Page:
Expedition to the bottom of the sea

Now you can come face to face with the fishes when you visit the Web's first live underwater site. Dorothy Walker reports

One nuclear submarine, two marine robots, three satellites and the man who discovered the wreck of the Titanic. These are just a few of the ingredients behind the world's first underwater Web site, which went live last week.

The site is linked to Project Jason, an underwater expedition off the Florida Keys led by Dr Bob Ballard, who found the world's most famous wreck in 1986.

The expedition is studying marine life, particularly the effects of sunlight and human activity on coral reefs. Any visitor to the Web site can watch live broadcasts, meeting sharks and barracuda eye to eye. But schoolchildren around the world, including three schools in Britain, have been given the chance actually to take part in the two-week expedition, using the Internet to experience driving an underwater robot.

The robot is a remotely operated vehicle (ROV) that creeps around collecting samples from a shallow reef nine miles off the Florida coast. It is a direct descendant of Jason, the ROV that Dr Ballard drove down the main staircase of the Titanic. It is controlled from a submerged research vessel, called Aquarius, containing six scientists. Aquarius in turn is connected via fibre-optic cable to a surface ship, which sends audio- and video- based information around the world via three satellite systems.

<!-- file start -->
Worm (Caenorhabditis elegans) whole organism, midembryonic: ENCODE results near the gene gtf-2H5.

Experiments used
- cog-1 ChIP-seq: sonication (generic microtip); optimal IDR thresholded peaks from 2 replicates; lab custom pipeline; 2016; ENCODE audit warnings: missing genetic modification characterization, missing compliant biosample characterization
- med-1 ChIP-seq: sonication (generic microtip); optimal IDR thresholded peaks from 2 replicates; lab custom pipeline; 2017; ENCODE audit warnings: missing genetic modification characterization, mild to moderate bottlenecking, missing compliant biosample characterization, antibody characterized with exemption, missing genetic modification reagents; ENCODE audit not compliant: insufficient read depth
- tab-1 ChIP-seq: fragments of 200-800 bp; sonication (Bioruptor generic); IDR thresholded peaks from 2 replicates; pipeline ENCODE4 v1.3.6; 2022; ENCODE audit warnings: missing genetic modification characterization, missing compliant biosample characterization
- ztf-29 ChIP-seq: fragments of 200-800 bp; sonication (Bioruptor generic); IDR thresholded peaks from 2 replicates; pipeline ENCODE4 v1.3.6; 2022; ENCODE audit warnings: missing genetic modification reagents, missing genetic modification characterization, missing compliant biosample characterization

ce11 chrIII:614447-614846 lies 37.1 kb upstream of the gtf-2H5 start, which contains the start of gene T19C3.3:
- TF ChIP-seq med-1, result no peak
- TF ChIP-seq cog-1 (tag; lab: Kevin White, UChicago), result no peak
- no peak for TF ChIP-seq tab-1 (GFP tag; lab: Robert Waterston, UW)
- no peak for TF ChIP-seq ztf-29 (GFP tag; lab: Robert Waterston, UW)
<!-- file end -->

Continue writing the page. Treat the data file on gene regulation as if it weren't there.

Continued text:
As if this were not enough technology, the whole set-up is duplicated at a deeper reef farther out to sea, using a US Navy nuclear submarine as the scientists' base. Differences in data from the two reefs will show the effects of degradation on coral-based life.

For the robot-propelling children, including pupils from Liverpool, Southampton and Lakenheath in Suffolk, the expedition is part of a year-long science project designed by the Jason Foundation. The foundation was set up by Dr Ballard, with the help of corporate sponsors, after he was inundated by questions from students about the technology used to discover the wreck of the Titanic. After the expedition ends on Friday, children will continue with the Jason curriculum, using the Net to publish and compare data on water samples and fish from their areas.

Since 1989, the Jason Foundation has been staging annual "electronic field trips", which have depended heavily on technology. Projects have ranged from testing space exploration vehicles in Hawaii to studying tubeworms 6,000ft below sea level in the Sea of Cortez, off Mexico. Every expedition has been broadcast live, but the Jason Project is the first to be shown on the Web.

Bill Lang, a UK-based communications technician for EDS Corporation, which is responsible for the project's communications, says: "The technology behind this expedition is incredible - that's what we want to show the students. Hopefully, whole careers can be developed from these ideas."

What's next? Is Dr Ballard going to bring us the Titanic live on the Web? "No, he isn't," says Mr Lang emphatically. "He would prefer to stay with things that help the students to get directly involved in the sciences. Besides, the Titanic is in 12,000ft of water, so it's pretty hard to get to."

Follow the expedition until Friday at: http://aquarius.eds.com

Year-round information at: http://www.eds.com/jason

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